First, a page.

Because, if you can't you have no basis on which to doubt the truth of Darwin's theory as set out here. You have no real reason to dispute the conclusion that this short piece of undeniable logic was arguably the most profound in all of science.

And, perhaps most importantly, you have no option but to agree with Darwin's statement that, "I think it would be a most extraordinary fact if no variation ever had occurred useful to each being's own welfare". What Darwin is saying here is that, if this logic holds, it would be extraordinary if evolution did not occur.

In fact, it is true to say that evolution not occurring would be as extraordinary as a stone remaining hovering in the air when released and not falling towards the centre of gravity.

The extraordinary thing, and something that might need a supernatural being in the explanation if it were true, would be if there were no bio-diversity. It would be as difficult for science to explain as a stone hovering three feet above the ground. It's not ever going to be true though because, as Darwin's logic shows, evolution is as inevitable as is a stone's movement in response to gravity.

In Thomas Huxley's words on reading Origin, "How stupid not to have thought of it oneself!".

Patrick Matthew (20 October 1790 – 8 June 1874)
Maybe the stark-staring obviousness of Evolution by Natural Selection can be gauged from the words of Patrick Matthew. Matthew had actually described evolution by natural selection in 1831, but as an appendix to his book, "Naval Timber and Arboriculture". Learning of Darwin's rising fame as the 'discoverer' of it, he published a letter in Gardeners' Chronicle (ever the master of choosing obscure publications) claiming his priority, which Darwin graciously conceded but excused his ignorance on the obscurity of Matthew's choice of venue. Matthew's response was revealing:

To me the concept of this law of Nature came intuitively as a self-evident fact, almost without an effort of concentrated thought. Mr Darwin here seems to have more merit in the discovery than I have had - to me it did not appear a discovery. He seems to have worked it out by inductive reason, slowly and with due caution to have made his way synthetically from fact to fact onwards; while with me it was by a general glance at the scheme of Nature that I estimated this select production of species as an a priori recognizable fact - an axiom, requiring only to be pointed out to be admitted by unprejudiced minds of sufficient grasp."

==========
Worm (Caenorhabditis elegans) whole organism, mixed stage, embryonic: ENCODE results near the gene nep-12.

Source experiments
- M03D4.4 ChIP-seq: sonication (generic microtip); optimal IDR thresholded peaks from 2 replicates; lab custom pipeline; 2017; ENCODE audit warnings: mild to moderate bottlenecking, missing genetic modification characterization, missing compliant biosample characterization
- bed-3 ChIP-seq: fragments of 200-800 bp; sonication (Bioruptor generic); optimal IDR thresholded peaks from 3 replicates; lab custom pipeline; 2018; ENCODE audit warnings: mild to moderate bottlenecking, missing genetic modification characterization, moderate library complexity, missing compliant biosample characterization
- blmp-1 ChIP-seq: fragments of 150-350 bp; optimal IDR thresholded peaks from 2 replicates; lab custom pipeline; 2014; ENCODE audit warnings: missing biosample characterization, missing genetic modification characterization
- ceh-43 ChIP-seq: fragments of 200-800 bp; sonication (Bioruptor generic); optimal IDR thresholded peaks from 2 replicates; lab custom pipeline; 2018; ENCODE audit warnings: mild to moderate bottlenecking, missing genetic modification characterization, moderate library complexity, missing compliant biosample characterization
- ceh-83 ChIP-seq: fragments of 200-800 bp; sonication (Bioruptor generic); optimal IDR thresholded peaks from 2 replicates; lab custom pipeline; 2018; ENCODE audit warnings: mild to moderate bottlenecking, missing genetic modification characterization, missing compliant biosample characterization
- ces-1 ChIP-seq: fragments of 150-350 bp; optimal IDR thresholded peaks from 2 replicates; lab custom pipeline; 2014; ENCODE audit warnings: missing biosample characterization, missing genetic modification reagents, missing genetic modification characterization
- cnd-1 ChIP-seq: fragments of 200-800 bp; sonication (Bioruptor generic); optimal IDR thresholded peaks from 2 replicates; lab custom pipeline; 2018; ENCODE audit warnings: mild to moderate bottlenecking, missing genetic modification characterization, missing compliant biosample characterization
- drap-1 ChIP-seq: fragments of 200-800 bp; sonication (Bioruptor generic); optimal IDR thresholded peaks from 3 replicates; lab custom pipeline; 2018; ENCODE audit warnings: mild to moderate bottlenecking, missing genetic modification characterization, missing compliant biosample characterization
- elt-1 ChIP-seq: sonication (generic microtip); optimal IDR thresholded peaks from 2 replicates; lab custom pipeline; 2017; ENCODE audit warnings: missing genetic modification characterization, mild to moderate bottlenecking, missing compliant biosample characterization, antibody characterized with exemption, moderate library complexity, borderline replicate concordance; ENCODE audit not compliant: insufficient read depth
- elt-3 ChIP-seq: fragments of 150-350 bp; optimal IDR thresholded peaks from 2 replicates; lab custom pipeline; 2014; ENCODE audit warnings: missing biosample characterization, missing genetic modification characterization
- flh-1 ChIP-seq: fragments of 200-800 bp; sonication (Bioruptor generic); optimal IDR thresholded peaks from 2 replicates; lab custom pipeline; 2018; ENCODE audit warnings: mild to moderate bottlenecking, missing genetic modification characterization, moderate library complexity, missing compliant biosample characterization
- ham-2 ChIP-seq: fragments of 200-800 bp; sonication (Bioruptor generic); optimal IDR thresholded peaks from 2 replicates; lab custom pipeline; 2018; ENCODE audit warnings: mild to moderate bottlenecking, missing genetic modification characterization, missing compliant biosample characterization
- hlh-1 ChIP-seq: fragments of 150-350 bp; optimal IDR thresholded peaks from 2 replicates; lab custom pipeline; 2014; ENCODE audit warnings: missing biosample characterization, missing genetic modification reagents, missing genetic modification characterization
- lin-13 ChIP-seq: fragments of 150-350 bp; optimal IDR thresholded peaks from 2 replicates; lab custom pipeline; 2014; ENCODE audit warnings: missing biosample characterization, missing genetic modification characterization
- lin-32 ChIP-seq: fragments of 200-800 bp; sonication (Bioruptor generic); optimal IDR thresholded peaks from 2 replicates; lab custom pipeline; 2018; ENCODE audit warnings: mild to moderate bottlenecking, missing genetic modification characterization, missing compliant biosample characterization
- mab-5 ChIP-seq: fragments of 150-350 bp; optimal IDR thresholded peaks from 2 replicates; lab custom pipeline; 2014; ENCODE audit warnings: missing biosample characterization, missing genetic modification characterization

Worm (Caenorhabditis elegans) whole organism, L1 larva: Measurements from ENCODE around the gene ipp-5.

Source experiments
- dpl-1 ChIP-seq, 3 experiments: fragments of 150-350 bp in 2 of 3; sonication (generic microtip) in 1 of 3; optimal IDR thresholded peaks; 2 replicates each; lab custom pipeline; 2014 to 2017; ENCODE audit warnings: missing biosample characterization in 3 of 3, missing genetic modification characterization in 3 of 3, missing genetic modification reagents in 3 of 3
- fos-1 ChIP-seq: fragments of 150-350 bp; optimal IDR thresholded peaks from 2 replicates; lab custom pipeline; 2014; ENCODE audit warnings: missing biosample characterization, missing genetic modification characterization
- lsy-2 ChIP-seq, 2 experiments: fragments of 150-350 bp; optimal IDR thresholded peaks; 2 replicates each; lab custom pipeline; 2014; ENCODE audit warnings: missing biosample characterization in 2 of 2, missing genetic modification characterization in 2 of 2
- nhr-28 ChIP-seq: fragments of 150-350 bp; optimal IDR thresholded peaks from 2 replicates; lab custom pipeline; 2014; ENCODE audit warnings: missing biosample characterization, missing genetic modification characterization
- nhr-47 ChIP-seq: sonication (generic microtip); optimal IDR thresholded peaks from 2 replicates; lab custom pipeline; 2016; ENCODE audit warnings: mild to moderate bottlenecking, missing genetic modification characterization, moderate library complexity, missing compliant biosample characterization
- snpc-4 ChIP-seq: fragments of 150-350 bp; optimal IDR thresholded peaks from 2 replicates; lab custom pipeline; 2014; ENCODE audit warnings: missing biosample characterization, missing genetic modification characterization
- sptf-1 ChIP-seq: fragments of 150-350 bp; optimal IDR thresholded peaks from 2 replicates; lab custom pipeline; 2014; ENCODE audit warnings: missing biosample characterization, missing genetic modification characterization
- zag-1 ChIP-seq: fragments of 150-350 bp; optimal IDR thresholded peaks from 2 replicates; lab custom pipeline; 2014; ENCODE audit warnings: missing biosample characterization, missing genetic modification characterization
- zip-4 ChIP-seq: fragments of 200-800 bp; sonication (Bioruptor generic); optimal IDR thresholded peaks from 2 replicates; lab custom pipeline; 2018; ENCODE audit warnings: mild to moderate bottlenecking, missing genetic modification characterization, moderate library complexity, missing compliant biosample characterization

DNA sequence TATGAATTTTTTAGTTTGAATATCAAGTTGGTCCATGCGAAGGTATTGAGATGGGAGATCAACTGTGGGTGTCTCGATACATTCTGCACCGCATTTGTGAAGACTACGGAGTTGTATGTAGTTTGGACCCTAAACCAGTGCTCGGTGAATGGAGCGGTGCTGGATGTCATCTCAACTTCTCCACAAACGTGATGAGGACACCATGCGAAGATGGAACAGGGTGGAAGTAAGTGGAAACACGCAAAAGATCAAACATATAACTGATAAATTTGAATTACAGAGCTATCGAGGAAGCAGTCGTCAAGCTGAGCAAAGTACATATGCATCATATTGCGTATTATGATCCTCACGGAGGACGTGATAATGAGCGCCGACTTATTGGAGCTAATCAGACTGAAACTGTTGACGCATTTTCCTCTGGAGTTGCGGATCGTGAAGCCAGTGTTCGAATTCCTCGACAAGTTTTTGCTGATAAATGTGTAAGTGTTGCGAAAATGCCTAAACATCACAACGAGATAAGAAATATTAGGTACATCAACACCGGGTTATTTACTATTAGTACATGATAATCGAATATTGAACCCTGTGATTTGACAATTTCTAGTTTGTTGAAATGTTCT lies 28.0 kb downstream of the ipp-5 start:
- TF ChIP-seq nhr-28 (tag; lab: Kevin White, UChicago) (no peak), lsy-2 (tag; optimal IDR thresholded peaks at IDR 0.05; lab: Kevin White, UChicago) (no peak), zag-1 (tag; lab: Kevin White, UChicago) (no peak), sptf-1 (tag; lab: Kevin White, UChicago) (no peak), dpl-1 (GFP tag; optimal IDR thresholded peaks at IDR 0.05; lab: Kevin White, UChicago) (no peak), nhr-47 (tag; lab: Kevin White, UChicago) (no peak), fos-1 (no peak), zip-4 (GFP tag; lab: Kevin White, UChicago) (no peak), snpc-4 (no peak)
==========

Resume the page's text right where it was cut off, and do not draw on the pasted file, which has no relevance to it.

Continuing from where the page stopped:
So, if you can't fault Darwin's logic and yet still won't accept Darwinian Evolution, maybe Patrick Matthew offers an explanation: you lack an "unprejudiced mind of sufficient grasp".

So, over to you Creationists. It's time to put your money where your mouth is. Do any of you have sufficient confidence in your belief to take up this challenge and show you have an unprejudiced mind of sufficient grasp?

I think people will understand if you haven't.

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Thursday, 14 June 2012

Francis Collins - The Language Of God Delusion

Francis Sellers Collins (born April 14, 1950)
I've been asked (or was it challenged?) to look at the book "The Language Of God" by Francis Collins, in which he attempts to argue that it is possible to reconcile Christian belief with science.

Francis Sellers Collins (born April 14, 1950), is an American physician-geneticist, noted for his discoveries of disease genes and his leadership of the Human Genome Project (HGP). He currently serves as Director of the National Institutes of Health in Bethesda, Maryland. Prior to being appointed Director, he founded and was president of the BioLogos Foundation. Collins has written a book about his Christian faith, and Pope Benedict XVI appointed Francis Collins to the Pontifical Academy of Sciences.

The first impression is that this is merely another God of the Gaps book and, as such, shows the abandonment of science one would expect of someone who needs the compartmentalised thinking required to hold to a belief in magic, and to live a normal professional life simultaneously. It thus represents a substantive example of the delusional nature of religious faith and particularly the Abrahamic versions of it. But more of that possibly later, in a longer blog reviewing Collins' book in greater depth.

Tuesday, 12 June 2012

What Has Marriage Got To Do With Religion?

One of the issues currently causing near hysteria in religious circles is that of marriage. The Catholic Church especially is almost besides itself with rage and now the Anglican Church seems to have joined in the mass hysteria. All this is because, like several other countries, the government is considering introducing legislation to end the discrimination against homosexual couples and allow them to marry like heterosexual couples.